But Lester doesn’t think you need to avoid white altogether. She believes it’s a better choice than grey. “To keep it feeling fresh, stick with a white that is not too cool or too warm. My favorite is Simply White by Benjamin Moore (To buy: From $43; benjaminmoore.com). It has the perfect amount of pigment and reflects light in a way that always seems to give off the most bright, balanced white.”
Most designers agree the trick to keeping your walls looking clean is to avoid any color with an extremely cool or warm undertone. Tammy Price of Fragments Identity always recommends avoiding colors that have a brown, greenish, or dusty pink undertone to them. “They can oftentimes make a space look dirtier than it really is. These colors have a difficult time bringing a bright and clean feeling to a room.”
The key is to nail down a balanced tone. Price likes All White by Farrow and Ball (To buy: From $110; farrow-ball.com). “It is a true white and it always looks clean and crisp. Also, it doesn't have a beige, yellow, pink, or blue undertone that so many other whites do. I have found it to be a perfect shade.”
Skip the light colors
While pastel pinks, yellows, and blue paint colors can make a big statement, they’re also a challenge to keep clean. According to Camille Styles, Lifestyle Expert and EasyCare Paint Brand Ambassador, dark, bold colors are the way to go, particularly for the rooms we often ignore, such as the laundry room.
“The laundry room is less frequently seen by guests, but that doesn’t mean it can’t still be fun and vibrant,” she says. Styles likes EasyCare Paint Cranberry Splash (To buy: $37; truevaluepaint.com) as an alternative to the typical whites we see in these spaces. “You’re safe from muddy pants, grass stains, and laundry room messes.”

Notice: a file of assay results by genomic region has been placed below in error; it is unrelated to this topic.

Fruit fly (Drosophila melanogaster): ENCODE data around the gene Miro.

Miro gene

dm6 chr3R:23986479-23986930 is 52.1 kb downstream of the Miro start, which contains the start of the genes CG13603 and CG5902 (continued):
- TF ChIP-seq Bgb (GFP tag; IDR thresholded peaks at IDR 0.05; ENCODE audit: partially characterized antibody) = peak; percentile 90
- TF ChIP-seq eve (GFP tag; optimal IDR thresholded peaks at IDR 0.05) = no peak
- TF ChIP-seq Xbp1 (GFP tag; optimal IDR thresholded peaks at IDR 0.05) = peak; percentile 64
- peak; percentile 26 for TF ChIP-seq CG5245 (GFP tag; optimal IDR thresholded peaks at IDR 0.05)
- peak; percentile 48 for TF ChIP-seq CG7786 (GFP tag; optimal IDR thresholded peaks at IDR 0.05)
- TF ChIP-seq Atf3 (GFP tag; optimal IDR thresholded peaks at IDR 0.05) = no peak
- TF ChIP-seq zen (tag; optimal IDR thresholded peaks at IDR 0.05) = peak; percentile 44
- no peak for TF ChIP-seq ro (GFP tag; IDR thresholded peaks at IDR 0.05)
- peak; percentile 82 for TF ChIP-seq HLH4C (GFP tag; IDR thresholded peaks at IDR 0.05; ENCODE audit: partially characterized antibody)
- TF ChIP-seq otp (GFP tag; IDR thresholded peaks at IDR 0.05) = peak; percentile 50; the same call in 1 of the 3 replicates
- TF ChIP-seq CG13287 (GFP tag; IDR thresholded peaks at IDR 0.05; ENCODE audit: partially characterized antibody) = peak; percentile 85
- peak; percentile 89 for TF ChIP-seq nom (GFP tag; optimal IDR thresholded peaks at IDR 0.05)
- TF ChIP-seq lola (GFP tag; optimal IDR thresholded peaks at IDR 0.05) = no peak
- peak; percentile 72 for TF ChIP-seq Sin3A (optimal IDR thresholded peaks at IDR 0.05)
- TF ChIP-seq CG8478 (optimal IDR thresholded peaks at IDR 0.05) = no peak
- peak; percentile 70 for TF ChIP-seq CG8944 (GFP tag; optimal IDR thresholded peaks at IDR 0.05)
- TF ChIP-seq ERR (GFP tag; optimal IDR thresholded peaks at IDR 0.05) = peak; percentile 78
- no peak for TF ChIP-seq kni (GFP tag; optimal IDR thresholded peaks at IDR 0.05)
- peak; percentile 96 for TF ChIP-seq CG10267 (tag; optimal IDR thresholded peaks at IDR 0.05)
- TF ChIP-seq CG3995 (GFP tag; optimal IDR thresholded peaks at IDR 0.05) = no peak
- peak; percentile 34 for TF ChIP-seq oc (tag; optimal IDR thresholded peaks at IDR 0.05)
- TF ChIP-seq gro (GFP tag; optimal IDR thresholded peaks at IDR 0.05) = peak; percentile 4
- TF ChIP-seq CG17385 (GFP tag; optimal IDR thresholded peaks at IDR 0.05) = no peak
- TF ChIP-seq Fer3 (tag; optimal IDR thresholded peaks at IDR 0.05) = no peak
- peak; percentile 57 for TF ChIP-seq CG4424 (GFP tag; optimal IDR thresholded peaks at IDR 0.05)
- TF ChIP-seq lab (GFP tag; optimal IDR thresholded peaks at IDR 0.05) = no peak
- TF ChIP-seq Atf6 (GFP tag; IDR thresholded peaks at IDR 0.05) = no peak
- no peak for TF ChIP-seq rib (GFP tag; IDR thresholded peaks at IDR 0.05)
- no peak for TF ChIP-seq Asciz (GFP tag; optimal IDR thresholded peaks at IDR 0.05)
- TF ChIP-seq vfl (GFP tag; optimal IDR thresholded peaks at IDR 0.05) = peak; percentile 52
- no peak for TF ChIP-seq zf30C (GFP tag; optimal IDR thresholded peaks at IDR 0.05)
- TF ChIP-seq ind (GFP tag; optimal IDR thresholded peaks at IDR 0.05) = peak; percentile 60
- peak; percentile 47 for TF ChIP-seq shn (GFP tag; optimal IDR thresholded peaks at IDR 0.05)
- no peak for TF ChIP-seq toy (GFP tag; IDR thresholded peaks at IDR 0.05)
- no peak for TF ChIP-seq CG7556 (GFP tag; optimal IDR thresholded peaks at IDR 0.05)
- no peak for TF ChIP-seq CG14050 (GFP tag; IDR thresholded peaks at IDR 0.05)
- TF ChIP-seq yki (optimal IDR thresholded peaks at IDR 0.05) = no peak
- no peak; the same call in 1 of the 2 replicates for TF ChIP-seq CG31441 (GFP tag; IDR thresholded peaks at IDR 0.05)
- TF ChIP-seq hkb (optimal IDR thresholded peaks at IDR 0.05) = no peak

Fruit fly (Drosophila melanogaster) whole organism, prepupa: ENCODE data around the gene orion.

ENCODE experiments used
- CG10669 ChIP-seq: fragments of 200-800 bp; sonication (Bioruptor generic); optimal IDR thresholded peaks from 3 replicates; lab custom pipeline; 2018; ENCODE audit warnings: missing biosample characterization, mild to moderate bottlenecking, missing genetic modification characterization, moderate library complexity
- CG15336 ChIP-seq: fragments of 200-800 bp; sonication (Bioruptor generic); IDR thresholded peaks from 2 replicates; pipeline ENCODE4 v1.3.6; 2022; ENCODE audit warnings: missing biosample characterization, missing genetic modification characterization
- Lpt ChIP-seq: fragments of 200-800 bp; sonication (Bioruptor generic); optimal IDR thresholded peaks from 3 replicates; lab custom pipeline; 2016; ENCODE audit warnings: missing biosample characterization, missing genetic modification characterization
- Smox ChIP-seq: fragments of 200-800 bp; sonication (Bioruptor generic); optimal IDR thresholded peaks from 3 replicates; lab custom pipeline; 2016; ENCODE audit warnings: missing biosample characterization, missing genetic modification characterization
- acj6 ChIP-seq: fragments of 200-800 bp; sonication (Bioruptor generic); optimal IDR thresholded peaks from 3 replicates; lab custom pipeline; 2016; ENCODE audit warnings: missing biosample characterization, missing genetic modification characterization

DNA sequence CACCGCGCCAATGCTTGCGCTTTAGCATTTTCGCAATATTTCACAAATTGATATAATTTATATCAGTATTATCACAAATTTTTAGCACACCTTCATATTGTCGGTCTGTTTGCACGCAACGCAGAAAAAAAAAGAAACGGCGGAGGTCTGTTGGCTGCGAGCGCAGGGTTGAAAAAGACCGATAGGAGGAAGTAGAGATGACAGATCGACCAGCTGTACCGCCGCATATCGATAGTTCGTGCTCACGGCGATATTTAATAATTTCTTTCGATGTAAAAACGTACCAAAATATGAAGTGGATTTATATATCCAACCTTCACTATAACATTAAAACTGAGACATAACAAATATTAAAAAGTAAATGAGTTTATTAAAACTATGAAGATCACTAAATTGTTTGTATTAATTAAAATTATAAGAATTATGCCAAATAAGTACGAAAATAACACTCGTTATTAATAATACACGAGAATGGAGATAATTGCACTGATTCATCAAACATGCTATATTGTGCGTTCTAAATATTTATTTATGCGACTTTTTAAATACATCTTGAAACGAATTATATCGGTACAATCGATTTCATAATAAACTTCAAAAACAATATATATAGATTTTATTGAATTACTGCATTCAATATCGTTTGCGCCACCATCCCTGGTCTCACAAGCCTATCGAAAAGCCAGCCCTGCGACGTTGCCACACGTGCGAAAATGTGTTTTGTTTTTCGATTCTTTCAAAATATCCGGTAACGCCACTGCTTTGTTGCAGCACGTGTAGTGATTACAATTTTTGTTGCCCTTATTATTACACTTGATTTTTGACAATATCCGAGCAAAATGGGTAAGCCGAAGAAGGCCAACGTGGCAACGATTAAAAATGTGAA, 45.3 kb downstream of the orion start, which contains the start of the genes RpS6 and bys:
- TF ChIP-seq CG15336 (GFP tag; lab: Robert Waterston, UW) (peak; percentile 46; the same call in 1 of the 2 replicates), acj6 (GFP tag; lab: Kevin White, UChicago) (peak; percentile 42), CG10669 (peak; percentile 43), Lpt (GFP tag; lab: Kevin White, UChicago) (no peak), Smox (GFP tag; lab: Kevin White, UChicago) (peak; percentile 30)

Consider color blocking
Color blocking with dark and light paint gives you the best of all worlds. This design choice works especially well in mudrooms. The darker color is for the bottom section of the wall. “Darker colors are perfect for heavily trafficked rooms such as the entrance of your house,” Styles says. Juke Box (To buy: $37; truevaluepaint.com) is one of her favorite paint colors for a mudroom. “This will help open up the room but still guard against muddy shoes and boots,” she says.
Keep baseboards clean
Keeping baseboards and trim clean can be a hassle, especially if you have kids and pets. “If you are tired of touching up your standard white trim over and over because scuffs and dings are so noticeable, think outside the box and paint it a color and keep the walls white instead,” says Lester. Not only is this a unique and interesting play on a traditional paint concept, but color in the high-traffic areas also makes scuffs less noticeable.
Buy high-quality paint
If your paint constantly looks dirty, it could have nothing to do with the color, but rather the quality, explains Price. “If you're selecting a low-quality paint, it can make walls, ceilings, etc. look dirty and dingy because you are not getting good overall coverage.”
If you need a lot of paint and are on a budget, consider waiting for a sale or use a promo code online—you’ll thank yourself later.